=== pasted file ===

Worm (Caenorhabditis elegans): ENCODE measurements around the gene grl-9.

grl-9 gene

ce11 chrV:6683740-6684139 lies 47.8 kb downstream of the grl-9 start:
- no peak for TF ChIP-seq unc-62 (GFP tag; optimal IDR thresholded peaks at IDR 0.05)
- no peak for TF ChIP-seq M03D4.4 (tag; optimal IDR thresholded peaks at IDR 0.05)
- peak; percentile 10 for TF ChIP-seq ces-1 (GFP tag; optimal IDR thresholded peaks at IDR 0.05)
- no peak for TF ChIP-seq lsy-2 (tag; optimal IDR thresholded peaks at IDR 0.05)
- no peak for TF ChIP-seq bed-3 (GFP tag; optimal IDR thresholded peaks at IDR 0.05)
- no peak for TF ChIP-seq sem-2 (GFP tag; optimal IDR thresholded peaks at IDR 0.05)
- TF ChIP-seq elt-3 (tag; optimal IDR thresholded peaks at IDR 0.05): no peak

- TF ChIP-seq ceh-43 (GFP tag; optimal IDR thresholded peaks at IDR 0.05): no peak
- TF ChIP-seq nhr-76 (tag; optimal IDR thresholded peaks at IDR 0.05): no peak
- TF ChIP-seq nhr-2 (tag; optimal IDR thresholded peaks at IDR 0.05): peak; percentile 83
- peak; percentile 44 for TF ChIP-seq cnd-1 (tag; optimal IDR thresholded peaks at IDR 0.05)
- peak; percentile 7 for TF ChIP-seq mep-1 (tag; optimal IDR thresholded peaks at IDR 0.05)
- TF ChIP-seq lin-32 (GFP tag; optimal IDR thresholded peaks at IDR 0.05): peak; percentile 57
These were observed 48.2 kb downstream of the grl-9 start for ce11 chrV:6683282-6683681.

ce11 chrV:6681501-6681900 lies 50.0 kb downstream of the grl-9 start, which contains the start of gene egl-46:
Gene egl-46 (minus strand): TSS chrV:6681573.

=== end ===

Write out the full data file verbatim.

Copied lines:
Worm (Caenorhabditis elegans): ENCODE measurements around the gene grl-9.

grl-9 gene

ce11 chrV:6683740-6684139 lies 47.8 kb downstream of the grl-9 start:
- no peak for TF ChIP-seq unc-62 (GFP tag; optimal IDR thresholded peaks at IDR 0.05)
- no peak for TF ChIP-seq M03D4.4 (tag; optimal IDR thresholded peaks at IDR 0.05)
- peak; percentile 10 for TF ChIP-seq ces-1 (GFP tag; optimal IDR thresholded peaks at IDR 0.05)
- no peak for TF ChIP-seq lsy-2 (tag; optimal IDR thresholded peaks at IDR 0.05)
- no peak for TF ChIP-seq bed-3 (GFP tag; optimal IDR thresholded peaks at IDR 0.05)
- no peak for TF ChIP-seq sem-2 (GFP tag; optimal IDR thresholded peaks at IDR 0.05)
- TF ChIP-seq elt-3 (tag; optimal IDR thresholded peaks at IDR 0.05): no peak

- TF ChIP-seq ceh-43 (GFP tag; optimal IDR thresholded peaks at IDR 0.05): no peak
- TF ChIP-seq nhr-76 (tag; optimal IDR thresholded peaks at IDR 0.05): no peak
- TF ChIP-seq nhr-2 (tag; optimal IDR thresholded peaks at IDR 0.05): peak; percentile 83
- peak; percentile 44 for TF ChIP-seq cnd-1 (tag; optimal IDR thresholded peaks at IDR 0.05)
- peak; percentile 7 for TF ChIP-seq mep-1 (tag; optimal IDR thresholded peaks at IDR 0.05)
- TF ChIP-seq lin-32 (GFP tag; optimal IDR thresholded peaks at IDR 0.05): peak; percentile 57
These were observed 48.2 kb downstream of the grl-9 start for ce11 chrV:6683282-6683681.

ce11 chrV:6681501-6681900 lies 50.0 kb downstream of the grl-9 start, which contains the start of gene egl-46:
Gene egl-46 (minus strand): TSS chrV:6681573.